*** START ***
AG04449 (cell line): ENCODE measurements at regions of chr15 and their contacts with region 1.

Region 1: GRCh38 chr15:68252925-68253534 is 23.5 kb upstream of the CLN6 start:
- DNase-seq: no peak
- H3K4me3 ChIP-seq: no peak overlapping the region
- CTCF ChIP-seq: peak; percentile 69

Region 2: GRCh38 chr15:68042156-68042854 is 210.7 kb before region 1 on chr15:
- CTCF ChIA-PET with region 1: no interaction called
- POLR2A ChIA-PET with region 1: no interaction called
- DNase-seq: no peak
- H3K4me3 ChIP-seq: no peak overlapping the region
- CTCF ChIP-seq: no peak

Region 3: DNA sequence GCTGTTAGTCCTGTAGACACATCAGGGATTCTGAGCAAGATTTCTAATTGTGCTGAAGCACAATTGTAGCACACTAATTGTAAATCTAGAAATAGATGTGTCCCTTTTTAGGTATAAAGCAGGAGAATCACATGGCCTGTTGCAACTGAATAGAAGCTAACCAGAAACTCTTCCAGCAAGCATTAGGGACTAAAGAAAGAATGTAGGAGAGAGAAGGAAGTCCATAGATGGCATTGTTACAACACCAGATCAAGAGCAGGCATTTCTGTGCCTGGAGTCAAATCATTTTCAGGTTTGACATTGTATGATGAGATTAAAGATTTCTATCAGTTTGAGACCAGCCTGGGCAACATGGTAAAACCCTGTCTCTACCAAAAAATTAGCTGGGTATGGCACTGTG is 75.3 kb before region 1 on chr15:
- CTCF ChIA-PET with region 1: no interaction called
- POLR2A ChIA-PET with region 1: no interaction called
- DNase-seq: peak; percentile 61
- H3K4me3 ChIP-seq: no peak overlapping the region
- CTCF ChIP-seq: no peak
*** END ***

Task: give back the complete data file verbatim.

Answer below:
AG04449 (cell line): ENCODE measurements at regions of chr15 and their contacts with region 1.

Region 1: GRCh38 chr15:68252925-68253534 is 23.5 kb upstream of the CLN6 start:
- DNase-seq: no peak
- H3K4me3 ChIP-seq: no peak overlapping the region
- CTCF ChIP-seq: peak; percentile 69

Region 2: GRCh38 chr15:68042156-68042854 is 210.7 kb before region 1 on chr15:
- CTCF ChIA-PET with region 1: no interaction called
- POLR2A ChIA-PET with region 1: no interaction called
- DNase-seq: no peak
- H3K4me3 ChIP-seq: no peak overlapping the region
- CTCF ChIP-seq: no peak

Region 3: DNA sequence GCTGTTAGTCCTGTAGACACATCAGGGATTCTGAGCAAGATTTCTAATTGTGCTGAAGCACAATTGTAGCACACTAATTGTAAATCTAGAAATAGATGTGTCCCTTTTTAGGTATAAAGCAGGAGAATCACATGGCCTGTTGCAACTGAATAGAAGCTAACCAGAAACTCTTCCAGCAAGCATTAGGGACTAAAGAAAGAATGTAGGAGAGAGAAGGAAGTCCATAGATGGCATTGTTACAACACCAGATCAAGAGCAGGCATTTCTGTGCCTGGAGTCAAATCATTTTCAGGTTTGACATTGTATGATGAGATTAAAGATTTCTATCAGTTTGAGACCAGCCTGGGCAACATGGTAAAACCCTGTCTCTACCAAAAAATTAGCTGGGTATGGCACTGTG is 75.3 kb before region 1 on chr15:
- CTCF ChIA-PET with region 1: no interaction called
- POLR2A ChIA-PET with region 1: no interaction called
- DNase-seq: peak; percentile 61
- H3K4me3 ChIP-seq: no peak overlapping the region
- CTCF ChIP-seq: no peak